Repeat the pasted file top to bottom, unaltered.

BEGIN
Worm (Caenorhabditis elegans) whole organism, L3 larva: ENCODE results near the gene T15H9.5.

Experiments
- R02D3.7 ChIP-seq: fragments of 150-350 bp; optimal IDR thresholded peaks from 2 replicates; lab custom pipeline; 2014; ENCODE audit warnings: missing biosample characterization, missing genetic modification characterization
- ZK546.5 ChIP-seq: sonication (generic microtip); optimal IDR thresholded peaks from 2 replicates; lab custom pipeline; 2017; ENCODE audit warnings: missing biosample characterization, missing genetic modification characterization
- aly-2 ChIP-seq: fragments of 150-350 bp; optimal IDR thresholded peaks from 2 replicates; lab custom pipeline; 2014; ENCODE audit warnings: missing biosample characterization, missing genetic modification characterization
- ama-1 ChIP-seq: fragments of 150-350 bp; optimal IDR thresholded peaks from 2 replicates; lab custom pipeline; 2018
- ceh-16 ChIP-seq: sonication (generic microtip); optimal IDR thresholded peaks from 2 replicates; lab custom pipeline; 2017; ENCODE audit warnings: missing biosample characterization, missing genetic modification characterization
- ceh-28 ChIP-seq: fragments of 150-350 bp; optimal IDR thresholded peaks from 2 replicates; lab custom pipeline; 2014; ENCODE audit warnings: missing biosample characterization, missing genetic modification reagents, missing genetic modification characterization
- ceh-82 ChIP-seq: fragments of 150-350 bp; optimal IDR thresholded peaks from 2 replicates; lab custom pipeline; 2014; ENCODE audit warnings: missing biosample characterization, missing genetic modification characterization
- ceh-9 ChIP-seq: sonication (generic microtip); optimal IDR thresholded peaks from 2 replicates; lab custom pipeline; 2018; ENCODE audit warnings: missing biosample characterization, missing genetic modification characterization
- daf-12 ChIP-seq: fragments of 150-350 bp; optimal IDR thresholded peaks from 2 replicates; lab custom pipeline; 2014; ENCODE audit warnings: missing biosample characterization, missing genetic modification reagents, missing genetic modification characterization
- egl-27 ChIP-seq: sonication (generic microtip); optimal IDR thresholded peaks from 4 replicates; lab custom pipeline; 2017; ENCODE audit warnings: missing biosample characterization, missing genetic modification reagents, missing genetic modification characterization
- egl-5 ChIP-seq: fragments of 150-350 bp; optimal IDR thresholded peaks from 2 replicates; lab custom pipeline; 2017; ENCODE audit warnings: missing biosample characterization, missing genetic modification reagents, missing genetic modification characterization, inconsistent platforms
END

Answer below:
Worm (Caenorhabditis elegans) whole organism, L3 larva: ENCODE results near the gene T15H9.5.

Experiments
- R02D3.7 ChIP-seq: fragments of 150-350 bp; optimal IDR thresholded peaks from 2 replicates; lab custom pipeline; 2014; ENCODE audit warnings: missing biosample characterization, missing genetic modification characterization
- ZK546.5 ChIP-seq: sonication (generic microtip); optimal IDR thresholded peaks from 2 replicates; lab custom pipeline; 2017; ENCODE audit warnings: missing biosample characterization, missing genetic modification characterization
- aly-2 ChIP-seq: fragments of 150-350 bp; optimal IDR thresholded peaks from 2 replicates; lab custom pipeline; 2014; ENCODE audit warnings: missing biosample characterization, missing genetic modification characterization
- ama-1 ChIP-seq: fragments of 150-350 bp; optimal IDR thresholded peaks from 2 replicates; lab custom pipeline; 2018
- ceh-16 ChIP-seq: sonication (generic microtip); optimal IDR thresholded peaks from 2 replicates; lab custom pipeline; 2017; ENCODE audit warnings: missing biosample characterization, missing genetic modification characterization
- ceh-28 ChIP-seq: fragments of 150-350 bp; optimal IDR thresholded peaks from 2 replicates; lab custom pipeline; 2014; ENCODE audit warnings: missing biosample characterization, missing genetic modification reagents, missing genetic modification characterization
- ceh-82 ChIP-seq: fragments of 150-350 bp; optimal IDR thresholded peaks from 2 replicates; lab custom pipeline; 2014; ENCODE audit warnings: missing biosample characterization, missing genetic modification characterization
- ceh-9 ChIP-seq: sonication (generic microtip); optimal IDR thresholded peaks from 2 replicates; lab custom pipeline; 2018; ENCODE audit warnings: missing biosample characterization, missing genetic modification characterization
- daf-12 ChIP-seq: fragments of 150-350 bp; optimal IDR thresholded peaks from 2 replicates; lab custom pipeline; 2014; ENCODE audit warnings: missing biosample characterization, missing genetic modification reagents, missing genetic modification characterization
- egl-27 ChIP-seq: sonication (generic microtip); optimal IDR thresholded peaks from 4 replicates; lab custom pipeline; 2017; ENCODE audit warnings: missing biosample characterization, missing genetic modification reagents, missing genetic modification characterization
- egl-5 ChIP-seq: fragments of 150-350 bp; optimal IDR thresholded peaks from 2 replicates; lab custom pipeline; 2017; ENCODE audit warnings: missing biosample characterization, missing genetic modification reagents, missing genetic modification characterization, inconsistent platforms